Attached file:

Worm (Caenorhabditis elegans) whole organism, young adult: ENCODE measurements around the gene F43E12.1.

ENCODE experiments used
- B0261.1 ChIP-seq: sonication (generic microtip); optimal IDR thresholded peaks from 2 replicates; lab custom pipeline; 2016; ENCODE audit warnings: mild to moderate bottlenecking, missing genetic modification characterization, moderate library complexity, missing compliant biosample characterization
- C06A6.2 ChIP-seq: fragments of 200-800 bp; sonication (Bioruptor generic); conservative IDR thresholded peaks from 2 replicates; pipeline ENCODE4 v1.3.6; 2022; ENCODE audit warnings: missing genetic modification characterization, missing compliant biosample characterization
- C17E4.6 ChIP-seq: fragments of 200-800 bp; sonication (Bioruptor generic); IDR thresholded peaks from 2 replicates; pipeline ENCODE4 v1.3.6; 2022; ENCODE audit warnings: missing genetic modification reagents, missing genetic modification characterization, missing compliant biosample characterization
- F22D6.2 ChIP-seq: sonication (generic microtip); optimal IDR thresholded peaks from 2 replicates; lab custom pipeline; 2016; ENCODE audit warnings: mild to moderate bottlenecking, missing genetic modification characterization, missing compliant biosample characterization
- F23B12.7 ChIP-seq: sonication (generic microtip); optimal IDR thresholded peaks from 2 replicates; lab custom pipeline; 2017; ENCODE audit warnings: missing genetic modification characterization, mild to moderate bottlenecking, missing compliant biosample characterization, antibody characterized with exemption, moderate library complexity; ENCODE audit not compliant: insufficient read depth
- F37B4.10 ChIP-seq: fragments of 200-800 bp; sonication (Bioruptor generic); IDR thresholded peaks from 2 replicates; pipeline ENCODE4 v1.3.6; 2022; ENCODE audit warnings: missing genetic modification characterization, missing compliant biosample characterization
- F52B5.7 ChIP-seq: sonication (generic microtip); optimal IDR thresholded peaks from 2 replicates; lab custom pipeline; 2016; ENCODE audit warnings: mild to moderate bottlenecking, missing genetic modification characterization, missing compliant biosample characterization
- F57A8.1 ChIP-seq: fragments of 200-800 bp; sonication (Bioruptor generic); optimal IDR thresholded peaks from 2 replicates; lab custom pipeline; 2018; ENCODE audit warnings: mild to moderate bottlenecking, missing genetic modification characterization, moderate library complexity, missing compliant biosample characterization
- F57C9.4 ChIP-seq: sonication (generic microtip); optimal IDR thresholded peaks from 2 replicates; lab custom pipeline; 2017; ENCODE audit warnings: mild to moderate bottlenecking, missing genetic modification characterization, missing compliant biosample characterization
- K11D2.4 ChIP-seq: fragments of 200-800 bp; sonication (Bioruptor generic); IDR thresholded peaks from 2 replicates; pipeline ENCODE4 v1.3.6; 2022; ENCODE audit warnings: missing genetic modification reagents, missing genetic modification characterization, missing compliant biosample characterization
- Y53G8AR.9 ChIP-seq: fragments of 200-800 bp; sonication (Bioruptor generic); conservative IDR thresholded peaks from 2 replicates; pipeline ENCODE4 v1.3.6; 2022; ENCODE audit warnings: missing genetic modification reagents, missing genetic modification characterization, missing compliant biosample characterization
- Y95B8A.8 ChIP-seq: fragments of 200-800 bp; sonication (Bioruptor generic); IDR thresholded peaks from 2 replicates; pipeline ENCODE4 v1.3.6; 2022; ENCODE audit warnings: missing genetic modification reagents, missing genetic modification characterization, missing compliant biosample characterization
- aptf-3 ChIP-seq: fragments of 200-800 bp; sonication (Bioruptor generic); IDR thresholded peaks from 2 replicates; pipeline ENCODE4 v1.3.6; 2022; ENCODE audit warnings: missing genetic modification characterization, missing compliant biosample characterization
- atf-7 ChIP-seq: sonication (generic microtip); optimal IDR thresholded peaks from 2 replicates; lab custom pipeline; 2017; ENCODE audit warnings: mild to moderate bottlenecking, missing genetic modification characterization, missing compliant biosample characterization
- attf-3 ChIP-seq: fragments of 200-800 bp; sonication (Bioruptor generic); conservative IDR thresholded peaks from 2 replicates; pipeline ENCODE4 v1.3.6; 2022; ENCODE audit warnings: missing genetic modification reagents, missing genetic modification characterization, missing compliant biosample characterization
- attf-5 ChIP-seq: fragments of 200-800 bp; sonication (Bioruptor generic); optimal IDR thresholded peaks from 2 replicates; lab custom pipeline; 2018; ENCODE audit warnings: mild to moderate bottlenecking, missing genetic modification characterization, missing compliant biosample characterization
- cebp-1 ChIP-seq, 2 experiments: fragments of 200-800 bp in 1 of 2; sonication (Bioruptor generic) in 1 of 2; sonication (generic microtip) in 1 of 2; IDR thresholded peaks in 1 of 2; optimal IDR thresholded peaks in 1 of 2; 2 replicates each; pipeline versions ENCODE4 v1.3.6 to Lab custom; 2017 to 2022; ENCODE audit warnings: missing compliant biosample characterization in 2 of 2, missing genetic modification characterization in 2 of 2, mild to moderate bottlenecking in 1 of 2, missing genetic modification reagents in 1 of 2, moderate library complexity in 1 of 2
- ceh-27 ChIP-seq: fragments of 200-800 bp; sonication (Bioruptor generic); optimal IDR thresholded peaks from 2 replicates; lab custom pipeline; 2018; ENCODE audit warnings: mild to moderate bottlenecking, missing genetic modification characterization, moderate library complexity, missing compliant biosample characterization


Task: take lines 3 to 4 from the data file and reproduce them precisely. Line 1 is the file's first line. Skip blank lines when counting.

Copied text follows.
- B0261.1 ChIP-seq: sonication (generic microtip); optimal IDR thresholded peaks from 2 replicates; lab custom pipeline; 2016; ENCODE audit warnings: mild to moderate bottlenecking, missing genetic modification characterization, moderate library complexity, missing compliant biosample characterization
- C06A6.2 ChIP-seq: fragments of 200-800 bp; sonication (Bioruptor generic); conservative IDR thresholded peaks from 2 replicates; pipeline ENCODE4 v1.3.6; 2022; ENCODE audit warnings: missing genetic modification characterization, missing compliant biosample characterization